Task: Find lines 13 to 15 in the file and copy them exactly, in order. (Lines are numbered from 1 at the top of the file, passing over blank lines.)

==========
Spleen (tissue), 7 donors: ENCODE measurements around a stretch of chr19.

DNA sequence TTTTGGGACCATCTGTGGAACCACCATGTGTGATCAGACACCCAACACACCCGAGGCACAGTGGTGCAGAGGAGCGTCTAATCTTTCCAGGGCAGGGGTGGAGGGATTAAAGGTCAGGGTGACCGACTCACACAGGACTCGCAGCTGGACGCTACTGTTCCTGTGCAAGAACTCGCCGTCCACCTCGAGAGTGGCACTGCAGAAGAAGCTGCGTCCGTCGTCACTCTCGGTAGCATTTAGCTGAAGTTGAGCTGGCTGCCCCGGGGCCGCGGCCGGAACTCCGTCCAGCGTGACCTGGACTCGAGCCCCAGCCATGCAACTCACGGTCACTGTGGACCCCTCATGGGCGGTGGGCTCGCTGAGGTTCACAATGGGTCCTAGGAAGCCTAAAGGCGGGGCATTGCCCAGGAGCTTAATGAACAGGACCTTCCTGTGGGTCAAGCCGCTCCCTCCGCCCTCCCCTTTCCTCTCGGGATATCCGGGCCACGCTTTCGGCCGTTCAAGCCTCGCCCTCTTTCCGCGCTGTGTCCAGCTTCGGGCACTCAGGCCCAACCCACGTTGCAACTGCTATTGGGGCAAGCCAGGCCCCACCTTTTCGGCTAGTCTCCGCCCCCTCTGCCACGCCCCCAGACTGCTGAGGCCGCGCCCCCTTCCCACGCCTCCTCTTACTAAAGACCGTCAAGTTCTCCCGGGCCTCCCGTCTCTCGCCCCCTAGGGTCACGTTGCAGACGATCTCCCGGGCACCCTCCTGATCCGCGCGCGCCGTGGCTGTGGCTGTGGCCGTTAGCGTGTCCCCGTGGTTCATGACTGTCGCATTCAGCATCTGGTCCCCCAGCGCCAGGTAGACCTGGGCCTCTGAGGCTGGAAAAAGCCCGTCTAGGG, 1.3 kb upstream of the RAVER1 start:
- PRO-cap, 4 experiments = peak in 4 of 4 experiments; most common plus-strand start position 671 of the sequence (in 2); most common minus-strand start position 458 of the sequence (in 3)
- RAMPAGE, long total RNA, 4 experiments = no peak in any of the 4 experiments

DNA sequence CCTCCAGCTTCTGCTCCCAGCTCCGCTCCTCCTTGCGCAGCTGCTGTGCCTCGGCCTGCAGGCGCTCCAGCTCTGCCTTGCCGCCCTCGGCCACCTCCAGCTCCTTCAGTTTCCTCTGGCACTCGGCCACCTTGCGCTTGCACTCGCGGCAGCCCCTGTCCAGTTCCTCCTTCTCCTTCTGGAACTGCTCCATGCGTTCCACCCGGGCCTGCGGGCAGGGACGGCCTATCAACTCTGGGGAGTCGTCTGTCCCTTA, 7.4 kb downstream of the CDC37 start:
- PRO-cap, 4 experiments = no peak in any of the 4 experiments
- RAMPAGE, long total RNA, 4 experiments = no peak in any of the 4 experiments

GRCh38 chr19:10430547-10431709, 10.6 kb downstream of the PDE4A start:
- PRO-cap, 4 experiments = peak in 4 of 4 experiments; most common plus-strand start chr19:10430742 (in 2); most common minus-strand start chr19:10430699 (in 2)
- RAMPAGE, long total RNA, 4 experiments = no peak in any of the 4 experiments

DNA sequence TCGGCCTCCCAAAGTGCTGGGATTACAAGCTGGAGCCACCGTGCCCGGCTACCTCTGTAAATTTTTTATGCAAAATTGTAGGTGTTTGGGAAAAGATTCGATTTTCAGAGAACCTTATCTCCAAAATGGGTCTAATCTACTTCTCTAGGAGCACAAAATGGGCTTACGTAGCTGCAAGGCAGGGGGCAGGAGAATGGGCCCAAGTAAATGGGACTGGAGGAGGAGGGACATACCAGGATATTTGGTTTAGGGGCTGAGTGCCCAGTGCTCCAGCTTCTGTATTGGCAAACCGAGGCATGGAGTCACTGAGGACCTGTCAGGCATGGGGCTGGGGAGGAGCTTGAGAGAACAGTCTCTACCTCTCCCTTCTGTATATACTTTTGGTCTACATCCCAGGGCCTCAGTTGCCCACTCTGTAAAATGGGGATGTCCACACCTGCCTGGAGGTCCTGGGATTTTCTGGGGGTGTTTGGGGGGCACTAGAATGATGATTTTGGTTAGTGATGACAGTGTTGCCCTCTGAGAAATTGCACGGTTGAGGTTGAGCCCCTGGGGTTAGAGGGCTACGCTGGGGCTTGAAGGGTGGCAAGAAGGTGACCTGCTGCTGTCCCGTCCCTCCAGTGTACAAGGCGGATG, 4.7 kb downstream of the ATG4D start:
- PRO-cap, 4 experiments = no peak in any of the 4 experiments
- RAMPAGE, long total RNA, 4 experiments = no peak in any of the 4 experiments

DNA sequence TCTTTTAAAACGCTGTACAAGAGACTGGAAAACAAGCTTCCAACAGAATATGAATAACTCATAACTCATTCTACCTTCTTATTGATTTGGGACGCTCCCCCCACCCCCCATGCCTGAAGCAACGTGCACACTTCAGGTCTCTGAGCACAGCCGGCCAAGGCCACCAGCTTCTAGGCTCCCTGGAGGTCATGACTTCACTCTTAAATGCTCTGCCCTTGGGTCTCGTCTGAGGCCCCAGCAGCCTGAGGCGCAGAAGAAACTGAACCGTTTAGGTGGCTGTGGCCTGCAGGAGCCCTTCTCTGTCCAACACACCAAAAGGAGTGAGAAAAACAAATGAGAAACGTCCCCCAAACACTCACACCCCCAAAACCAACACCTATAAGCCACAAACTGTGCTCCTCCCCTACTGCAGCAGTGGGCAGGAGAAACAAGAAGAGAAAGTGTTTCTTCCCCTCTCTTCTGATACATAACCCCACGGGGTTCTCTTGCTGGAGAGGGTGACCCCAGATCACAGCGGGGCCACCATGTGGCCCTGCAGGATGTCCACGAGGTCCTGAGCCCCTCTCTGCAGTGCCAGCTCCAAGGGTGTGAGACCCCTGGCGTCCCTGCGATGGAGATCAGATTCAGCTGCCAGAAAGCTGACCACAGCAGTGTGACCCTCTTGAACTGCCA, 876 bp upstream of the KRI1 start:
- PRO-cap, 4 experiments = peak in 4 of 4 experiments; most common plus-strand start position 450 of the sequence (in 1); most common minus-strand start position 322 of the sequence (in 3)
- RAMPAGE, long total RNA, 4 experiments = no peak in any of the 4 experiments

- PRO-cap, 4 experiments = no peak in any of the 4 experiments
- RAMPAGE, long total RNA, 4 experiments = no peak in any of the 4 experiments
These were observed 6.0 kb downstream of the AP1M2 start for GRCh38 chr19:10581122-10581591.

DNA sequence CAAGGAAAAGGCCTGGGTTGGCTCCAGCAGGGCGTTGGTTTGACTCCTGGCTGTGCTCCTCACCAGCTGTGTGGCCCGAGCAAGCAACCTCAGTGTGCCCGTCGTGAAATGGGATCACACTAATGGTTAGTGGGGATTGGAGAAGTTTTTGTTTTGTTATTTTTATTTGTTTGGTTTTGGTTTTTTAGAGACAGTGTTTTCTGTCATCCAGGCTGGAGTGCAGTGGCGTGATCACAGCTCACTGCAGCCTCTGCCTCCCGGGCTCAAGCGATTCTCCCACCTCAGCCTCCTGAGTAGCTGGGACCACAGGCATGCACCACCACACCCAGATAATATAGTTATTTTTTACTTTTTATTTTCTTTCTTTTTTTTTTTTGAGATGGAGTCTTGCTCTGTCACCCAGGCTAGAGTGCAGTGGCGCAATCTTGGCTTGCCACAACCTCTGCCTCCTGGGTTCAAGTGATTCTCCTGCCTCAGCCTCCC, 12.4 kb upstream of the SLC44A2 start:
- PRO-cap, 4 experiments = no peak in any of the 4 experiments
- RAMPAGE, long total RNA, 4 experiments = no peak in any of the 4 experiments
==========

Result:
- RAMPAGE, long total RNA, 4 experiments = no peak in any of the 4 experiments

DNA sequence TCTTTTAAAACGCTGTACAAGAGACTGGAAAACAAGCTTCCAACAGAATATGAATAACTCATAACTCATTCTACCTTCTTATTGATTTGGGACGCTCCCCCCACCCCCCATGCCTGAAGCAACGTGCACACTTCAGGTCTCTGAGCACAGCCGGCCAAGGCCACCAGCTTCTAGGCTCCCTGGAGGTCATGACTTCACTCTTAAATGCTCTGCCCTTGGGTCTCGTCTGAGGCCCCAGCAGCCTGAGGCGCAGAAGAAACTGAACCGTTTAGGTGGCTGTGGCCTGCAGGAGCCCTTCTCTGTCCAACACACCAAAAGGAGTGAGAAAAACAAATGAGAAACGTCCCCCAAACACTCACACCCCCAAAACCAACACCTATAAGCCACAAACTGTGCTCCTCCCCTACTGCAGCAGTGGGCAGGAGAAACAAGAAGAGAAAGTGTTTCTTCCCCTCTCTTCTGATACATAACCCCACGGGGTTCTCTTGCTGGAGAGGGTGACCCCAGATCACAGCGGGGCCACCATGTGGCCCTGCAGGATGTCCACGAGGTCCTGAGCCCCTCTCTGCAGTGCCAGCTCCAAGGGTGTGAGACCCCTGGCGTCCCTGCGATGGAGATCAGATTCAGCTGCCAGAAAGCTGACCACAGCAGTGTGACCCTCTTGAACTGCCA, 876 bp upstream of the KRI1 start:
- PRO-cap, 4 experiments = peak in 4 of 4 experiments; most common plus-strand start position 450 of the sequence (in 1); most common minus-strand start position 322 of the sequence (in 3)